My first car was a clapped-out Mini. It had lowered suspension and alloy wheels, and was a strange shade of orange. I made all my mistakes in that car, after passing my test and being officially allowed out on the roads to play with the other hooligans. (He Who Does Everything Around Here believes that I’m still a hooligan behind the wheel, but I beg to differ.) The good thing was that, being so small, I could mess up the parking and there would always be room around me, no matter what the angle (and I did leave a note for the owner of that car that wasn’t quite as far over as I thought).
She served her purpose – she kept me out of the rain, carried my shopping, and did the school run. She changed my life. I called her Edna the Inebriate Mini, and I was very fond of her, right up until the day I was preparing her for an MOT. It seemed to me that if you presented a clean, well-cared-for looking car, it would do a lot better than an obvious heap of junk, so I washed her and polished her, and hoovered her out – and sucked up half the floor panel on the driver’s side.
Edna had to go to a new home, where a young man learned to weld on her. I’m not sure what he did, but she ended up being called Barney, and came to a final stop nose-down in a ditch.
I was reminded of this the other day when I read a story about two retired farmers (though that seems to be a contradiction in terms); brothers – you only had to look at the nose – who fifty years ago put their work horse out to pasture and bought a tractor.
Fifty years ago means 1963. Carnaby Street, The Beatles, The Mini, the E-type Jaguar; and in this part of France, people farming with horsepower.
Their new tractor was a revelation. They could do everything the horse had done, at twice the speed. They could use it for forestry, for ploughing, for harvesting. It revolutionised their lives: and they respected it, as they had their horse. After all, without it, and without the horse, they may as well be back in the Middle Ages.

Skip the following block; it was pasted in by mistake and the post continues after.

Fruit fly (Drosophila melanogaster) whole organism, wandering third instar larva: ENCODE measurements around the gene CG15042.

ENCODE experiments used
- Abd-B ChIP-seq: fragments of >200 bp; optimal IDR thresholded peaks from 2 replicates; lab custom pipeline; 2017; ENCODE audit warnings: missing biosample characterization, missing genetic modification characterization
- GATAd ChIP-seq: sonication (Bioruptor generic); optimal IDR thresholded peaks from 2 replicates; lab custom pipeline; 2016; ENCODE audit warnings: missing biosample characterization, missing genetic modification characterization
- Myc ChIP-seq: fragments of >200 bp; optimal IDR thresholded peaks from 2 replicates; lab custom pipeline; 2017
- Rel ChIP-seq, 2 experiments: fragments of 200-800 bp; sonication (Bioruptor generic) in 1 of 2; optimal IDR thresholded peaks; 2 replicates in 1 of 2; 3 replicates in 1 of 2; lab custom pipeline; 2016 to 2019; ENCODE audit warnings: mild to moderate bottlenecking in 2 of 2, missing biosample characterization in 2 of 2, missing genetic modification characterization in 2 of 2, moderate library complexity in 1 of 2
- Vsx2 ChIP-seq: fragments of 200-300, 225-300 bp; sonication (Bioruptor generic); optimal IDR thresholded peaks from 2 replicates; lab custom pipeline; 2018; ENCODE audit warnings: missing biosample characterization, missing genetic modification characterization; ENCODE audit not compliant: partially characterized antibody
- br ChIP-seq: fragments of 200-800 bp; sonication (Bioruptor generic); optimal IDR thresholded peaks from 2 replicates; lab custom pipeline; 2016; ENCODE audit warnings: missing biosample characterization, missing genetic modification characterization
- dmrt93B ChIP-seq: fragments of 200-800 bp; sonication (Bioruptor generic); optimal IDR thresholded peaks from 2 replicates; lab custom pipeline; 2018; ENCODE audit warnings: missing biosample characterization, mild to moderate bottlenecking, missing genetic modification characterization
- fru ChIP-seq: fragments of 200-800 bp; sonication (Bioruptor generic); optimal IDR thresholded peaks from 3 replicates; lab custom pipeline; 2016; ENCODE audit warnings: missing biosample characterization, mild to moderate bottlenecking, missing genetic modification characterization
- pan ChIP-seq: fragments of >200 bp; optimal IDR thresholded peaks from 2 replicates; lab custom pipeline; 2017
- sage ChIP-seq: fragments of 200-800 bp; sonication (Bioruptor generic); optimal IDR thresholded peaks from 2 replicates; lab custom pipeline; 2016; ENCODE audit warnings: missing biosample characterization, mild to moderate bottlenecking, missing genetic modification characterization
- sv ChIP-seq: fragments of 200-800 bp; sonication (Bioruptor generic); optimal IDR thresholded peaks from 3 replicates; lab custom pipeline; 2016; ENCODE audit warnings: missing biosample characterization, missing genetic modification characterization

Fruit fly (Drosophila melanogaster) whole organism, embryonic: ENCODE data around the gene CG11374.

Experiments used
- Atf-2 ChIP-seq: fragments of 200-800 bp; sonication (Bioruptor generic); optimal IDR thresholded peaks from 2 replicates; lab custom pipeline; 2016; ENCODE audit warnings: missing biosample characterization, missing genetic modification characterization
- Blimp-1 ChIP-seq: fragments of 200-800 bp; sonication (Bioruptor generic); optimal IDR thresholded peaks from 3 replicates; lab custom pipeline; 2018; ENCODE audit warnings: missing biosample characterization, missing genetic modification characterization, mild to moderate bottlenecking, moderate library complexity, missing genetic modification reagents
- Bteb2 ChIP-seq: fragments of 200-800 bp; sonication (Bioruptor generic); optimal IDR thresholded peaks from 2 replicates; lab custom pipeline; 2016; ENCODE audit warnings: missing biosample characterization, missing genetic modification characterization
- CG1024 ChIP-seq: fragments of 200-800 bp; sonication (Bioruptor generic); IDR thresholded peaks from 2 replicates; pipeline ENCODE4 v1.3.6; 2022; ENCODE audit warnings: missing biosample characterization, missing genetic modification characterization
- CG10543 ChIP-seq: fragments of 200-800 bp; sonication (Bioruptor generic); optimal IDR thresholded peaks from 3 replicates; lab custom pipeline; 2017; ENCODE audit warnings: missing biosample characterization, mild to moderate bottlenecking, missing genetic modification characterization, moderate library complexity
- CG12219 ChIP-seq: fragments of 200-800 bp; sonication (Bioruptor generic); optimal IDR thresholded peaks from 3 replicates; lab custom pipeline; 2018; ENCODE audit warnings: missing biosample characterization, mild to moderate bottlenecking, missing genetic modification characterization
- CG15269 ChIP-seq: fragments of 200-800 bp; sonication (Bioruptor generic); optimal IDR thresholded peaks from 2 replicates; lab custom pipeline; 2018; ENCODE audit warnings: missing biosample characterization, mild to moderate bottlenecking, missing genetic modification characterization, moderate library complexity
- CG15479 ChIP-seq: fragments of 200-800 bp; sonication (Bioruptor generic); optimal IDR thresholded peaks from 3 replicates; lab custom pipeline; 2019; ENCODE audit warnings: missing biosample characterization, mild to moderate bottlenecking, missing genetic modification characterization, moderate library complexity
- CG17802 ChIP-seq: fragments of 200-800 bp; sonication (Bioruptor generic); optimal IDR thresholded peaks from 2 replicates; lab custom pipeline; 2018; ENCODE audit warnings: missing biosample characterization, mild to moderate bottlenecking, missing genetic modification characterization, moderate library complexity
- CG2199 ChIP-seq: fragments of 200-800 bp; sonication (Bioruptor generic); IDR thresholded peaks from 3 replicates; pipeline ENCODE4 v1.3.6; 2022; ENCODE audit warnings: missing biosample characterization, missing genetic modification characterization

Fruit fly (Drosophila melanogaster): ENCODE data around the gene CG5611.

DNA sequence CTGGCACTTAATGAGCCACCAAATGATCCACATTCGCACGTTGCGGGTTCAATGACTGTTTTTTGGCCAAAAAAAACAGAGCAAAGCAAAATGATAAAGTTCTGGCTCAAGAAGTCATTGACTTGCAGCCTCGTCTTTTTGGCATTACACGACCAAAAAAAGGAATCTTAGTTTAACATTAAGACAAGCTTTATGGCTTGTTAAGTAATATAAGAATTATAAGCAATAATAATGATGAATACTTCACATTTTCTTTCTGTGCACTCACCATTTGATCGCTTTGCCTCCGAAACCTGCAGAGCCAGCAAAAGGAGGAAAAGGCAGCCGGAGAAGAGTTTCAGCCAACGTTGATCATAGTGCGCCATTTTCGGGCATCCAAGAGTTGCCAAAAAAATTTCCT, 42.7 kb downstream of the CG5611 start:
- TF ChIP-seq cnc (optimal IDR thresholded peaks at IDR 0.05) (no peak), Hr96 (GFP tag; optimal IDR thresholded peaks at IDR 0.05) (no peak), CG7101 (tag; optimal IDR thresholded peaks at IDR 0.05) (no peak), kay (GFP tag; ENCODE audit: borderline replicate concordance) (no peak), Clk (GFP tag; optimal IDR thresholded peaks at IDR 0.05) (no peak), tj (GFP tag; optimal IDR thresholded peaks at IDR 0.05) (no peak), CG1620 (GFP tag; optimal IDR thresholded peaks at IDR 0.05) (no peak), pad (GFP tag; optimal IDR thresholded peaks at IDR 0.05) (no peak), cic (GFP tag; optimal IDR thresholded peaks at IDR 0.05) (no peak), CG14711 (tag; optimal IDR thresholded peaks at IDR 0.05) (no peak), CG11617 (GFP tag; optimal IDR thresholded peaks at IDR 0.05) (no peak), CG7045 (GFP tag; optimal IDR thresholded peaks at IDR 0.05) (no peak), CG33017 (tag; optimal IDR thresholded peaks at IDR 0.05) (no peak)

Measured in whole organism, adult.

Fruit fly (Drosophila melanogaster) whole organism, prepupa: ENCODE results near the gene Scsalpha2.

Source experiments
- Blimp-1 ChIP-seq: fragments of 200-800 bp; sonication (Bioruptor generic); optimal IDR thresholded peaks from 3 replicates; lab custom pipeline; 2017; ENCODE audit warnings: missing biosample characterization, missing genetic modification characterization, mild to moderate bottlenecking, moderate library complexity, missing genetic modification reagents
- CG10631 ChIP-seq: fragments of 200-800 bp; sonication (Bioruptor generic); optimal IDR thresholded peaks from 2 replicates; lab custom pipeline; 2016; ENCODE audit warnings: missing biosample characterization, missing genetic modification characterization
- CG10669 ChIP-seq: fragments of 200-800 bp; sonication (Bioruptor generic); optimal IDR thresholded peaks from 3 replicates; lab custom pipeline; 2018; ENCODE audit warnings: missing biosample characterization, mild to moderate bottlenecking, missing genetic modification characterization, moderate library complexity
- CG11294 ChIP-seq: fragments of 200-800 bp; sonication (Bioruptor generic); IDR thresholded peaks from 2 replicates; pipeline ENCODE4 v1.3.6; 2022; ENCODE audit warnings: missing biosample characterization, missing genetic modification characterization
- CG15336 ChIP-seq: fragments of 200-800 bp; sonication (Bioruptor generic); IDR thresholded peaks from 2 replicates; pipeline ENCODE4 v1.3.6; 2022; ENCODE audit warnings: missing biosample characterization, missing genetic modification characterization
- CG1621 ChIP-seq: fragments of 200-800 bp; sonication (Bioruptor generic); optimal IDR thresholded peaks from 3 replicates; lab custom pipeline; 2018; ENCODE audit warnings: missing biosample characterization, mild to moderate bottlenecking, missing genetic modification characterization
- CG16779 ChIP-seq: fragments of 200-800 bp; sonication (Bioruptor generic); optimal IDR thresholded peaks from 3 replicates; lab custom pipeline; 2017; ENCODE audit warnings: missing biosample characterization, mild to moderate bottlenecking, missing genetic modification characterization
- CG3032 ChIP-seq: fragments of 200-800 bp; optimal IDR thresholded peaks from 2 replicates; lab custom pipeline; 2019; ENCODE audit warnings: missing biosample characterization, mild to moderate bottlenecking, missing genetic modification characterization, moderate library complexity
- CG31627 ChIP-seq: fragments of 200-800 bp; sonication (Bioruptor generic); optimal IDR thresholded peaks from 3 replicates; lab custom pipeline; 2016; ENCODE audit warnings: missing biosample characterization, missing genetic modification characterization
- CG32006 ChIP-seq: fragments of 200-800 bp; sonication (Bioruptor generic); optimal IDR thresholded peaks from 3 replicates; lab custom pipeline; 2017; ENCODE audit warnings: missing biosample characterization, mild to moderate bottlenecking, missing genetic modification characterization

For fifty years that machine worked their farm, whatever the weather. It had no cab, so it was still fairly brutal work at times, in heat and rain and cold, but it provided the muscle, and they were grateful.
So much so, that they have celebrated its half-centenary by giving it an overhaul. It’s been repainted, its engine sorted out, everything made to be just as it was when it left the factory – to the tune of some 20,000 euros.
They wanted to give back something for all those years of loyal service.
Our sheep-farming neighbour down south had to replace his ancient Czech Zetor tractor (bought in the distant past for 700 francs) that had carried his logs from woodland to farm and then to us, and all the feed for his sheep, and the million and one other things he had used it for (to the point where his doctor told him to get off and walk for the sake of his health. He climbed onto his daughter’s bicycle instead). He went for another old machine, because it would do what he wanted. He didn’t want to pay for a cab and a soft seat and suspension, or shiny green paint: he just wanted an engine to pull and carry.
The value of a thing isn’t just in the monetary worth; it lies in its ability to do what you need it to do. When times are hard, maybe that’s something we should rediscover. Forget built-in obsolescence: bring back the repair man and the spare parts stockist. A bad workman may blame his tools, but a good one will respect them. If he respects them highly, maybe he’ll buy them a 50th birthday present.